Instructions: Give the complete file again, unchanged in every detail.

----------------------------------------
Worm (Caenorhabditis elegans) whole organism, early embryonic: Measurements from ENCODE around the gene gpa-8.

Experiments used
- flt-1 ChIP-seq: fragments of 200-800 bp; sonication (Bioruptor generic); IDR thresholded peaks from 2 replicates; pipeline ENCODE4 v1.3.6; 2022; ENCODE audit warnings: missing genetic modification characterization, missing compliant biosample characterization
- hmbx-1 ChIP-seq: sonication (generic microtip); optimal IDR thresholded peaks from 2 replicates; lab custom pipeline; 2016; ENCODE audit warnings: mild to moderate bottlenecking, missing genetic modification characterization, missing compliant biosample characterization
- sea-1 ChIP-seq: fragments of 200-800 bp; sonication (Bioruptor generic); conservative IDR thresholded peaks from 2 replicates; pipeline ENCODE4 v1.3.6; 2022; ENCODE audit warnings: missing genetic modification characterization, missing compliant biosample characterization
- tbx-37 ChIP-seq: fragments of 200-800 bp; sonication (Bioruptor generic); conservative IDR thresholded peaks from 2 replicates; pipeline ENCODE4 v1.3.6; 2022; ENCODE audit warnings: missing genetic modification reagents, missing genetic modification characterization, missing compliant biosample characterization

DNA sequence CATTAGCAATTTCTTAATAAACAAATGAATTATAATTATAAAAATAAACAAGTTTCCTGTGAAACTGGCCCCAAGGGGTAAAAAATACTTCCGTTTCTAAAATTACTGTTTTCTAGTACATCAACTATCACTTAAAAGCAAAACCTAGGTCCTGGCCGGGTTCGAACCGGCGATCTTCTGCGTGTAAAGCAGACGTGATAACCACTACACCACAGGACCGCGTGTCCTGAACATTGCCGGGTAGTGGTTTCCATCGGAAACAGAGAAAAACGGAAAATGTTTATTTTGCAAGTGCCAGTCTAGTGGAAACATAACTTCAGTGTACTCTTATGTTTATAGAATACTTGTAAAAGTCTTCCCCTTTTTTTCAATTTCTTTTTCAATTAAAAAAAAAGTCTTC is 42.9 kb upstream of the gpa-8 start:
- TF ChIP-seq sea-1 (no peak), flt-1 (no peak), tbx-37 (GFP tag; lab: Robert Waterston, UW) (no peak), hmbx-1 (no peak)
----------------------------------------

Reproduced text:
Worm (Caenorhabditis elegans) whole organism, early embryonic: Measurements from ENCODE around the gene gpa-8.

Experiments used
- flt-1 ChIP-seq: fragments of 200-800 bp; sonication (Bioruptor generic); IDR thresholded peaks from 2 replicates; pipeline ENCODE4 v1.3.6; 2022; ENCODE audit warnings: missing genetic modification characterization, missing compliant biosample characterization
- hmbx-1 ChIP-seq: sonication (generic microtip); optimal IDR thresholded peaks from 2 replicates; lab custom pipeline; 2016; ENCODE audit warnings: mild to moderate bottlenecking, missing genetic modification characterization, missing compliant biosample characterization
- sea-1 ChIP-seq: fragments of 200-800 bp; sonication (Bioruptor generic); conservative IDR thresholded peaks from 2 replicates; pipeline ENCODE4 v1.3.6; 2022; ENCODE audit warnings: missing genetic modification characterization, missing compliant biosample characterization
- tbx-37 ChIP-seq: fragments of 200-800 bp; sonication (Bioruptor generic); conservative IDR thresholded peaks from 2 replicates; pipeline ENCODE4 v1.3.6; 2022; ENCODE audit warnings: missing genetic modification reagents, missing genetic modification characterization, missing compliant biosample characterization

DNA sequence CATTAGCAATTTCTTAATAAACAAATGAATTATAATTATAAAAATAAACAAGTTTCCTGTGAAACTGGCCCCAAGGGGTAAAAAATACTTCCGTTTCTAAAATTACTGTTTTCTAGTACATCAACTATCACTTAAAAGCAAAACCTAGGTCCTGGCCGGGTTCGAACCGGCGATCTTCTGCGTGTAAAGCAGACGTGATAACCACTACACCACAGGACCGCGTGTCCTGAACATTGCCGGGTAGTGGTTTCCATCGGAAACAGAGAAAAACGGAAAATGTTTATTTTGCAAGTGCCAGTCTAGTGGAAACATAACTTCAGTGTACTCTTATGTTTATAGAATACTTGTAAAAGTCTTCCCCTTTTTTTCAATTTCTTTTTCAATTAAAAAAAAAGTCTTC is 42.9 kb upstream of the gpa-8 start:
- TF ChIP-seq sea-1 (no peak), flt-1 (no peak), tbx-37 (GFP tag; lab: Robert Waterston, UW) (no peak), hmbx-1 (no peak)